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Wednesday September 14, 2011

Postpartum workout

Get back in shape after childbirth with appropriate exercise programmes.

GETTING into an exercise programme after childbirth has many health benefits. Apart from returning a woman to her pre-pregnancy shape, regular exercise can also raise her energy level to cope with the demands of motherhood.

Pilates instructor Jaclyn Thooi says postnatal pilates programmes are aimed at realigning the pelvis, helping to rehabilitate the pelvic floor muscles and strengthening the body.

“Exercising during the postnatal period with an appropriately designed programme helps also to build confidence and prevent or minimise postnatal depression,” she explains.

Thooi points out that many new mothers, especially those who have had a caesarean section, have little time to rest and recover from their operation.

“They are sent home with limited instructions on how to care for themselves. If someone has a knee or shoulder surgery, follow-up visits are common. Therefore, rehabilitative exercises are very important for new mothers,” she says.

Thooi established bAlign Pilates Studio in Solaris Dutamas, Kuala Lumpur, with her partner May Cheng, after having personally experienced the benefits of pilates.

“Frankly, pilates does not help to reduce your dress size. Pilates focuses on breathing, core muscles of the abdominals, pelvic floor, and postural alignment, and builds strength and stability. These are all essential elements for an effective postnatal exercise programme,” says Thooi.

“In natural delivery, the clients may start exercising six weeks after birth with a qualified instructor. However, if one has undergone a C-section, it is better to wait three months and after gaining a doctor’s approval.”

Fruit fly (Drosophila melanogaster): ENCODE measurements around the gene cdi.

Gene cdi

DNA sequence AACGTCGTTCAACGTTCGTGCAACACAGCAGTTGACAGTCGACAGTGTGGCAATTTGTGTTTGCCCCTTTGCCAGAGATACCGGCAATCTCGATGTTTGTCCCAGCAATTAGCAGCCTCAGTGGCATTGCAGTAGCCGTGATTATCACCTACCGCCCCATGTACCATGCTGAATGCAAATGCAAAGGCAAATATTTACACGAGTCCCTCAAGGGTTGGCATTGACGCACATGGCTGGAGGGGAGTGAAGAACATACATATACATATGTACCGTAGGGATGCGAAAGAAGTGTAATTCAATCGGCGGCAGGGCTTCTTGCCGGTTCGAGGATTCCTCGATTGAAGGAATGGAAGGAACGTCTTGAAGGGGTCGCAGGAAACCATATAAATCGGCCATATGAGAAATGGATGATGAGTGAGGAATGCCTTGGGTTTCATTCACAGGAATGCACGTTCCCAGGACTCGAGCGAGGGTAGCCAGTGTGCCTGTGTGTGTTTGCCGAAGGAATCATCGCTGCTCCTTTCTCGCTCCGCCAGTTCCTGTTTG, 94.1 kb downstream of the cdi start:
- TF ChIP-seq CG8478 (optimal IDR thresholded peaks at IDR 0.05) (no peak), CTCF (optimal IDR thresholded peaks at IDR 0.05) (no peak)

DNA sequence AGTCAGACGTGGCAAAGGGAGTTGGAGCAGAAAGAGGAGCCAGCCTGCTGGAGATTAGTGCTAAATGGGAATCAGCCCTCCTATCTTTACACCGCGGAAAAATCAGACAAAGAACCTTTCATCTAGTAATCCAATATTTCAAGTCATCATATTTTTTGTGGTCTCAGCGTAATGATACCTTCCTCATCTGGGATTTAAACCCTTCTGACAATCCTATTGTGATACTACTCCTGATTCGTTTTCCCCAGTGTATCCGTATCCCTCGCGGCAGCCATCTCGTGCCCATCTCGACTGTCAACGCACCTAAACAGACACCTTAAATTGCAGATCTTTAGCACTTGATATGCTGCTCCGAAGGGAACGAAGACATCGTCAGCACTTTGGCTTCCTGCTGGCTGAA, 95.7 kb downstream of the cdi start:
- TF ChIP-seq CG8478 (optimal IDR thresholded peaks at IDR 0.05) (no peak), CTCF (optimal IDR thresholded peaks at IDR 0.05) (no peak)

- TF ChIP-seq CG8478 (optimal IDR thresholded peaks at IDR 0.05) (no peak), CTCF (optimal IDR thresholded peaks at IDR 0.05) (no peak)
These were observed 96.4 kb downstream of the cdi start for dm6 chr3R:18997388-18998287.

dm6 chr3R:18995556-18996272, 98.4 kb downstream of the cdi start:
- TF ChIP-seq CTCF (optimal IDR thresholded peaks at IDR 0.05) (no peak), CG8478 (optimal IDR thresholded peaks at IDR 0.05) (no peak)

Pilates is a low-impact set of exercises with various possibilities of modifications within its repertoire to cater for different needs of individuals. It is performed either on a mat or using special studio equipment.

To find out what exercises you can do, go to ParenThots.

Focus on the Family

Strong families are built on a foundation of love, and love, as you know, doesn’t simply happen. Love takes work, especially when the details of the day-to-day grind seem to crowd out everything else and leave you short on time and sapped of energy.

“Making memories” is one way to maximise even the humblest effort to create a lasting sense of common identity and shared family heritage among the members of your household.

Focus on the Family’s Dr James Dobson explains how to make memories.

Readers write in

One mother writes about bleeding throughout both her pregnancies, having others doubt her and finally finding out what the problem was.

Shanthi A.M. Vijayan shares her experience of letting her child develop at his own pace.

Ivy Chong talks about her sons’ sibling rivalry. Will they ever be friends?

One mother-to-be views her pregnancy with both trepidation and anticipation.

Also, read about Jovinia Yong’s shock and depression at finding out about her pregnancy.

If you have a parenting, pregnancy or fertility story to share, send it to The best story each month wins a RM200 voucher from Giant Hypermarket.


If you want to win a copy of The Groovy Guide To Parenting Gen Y And Z by Jamilah Samian and her husband Ahmad Fakhri Hamzah, just enter ParenThots’ Groovy Parent Contest.

There are 15 copies of the book to be won. The contest closes on Sept 30, 2011.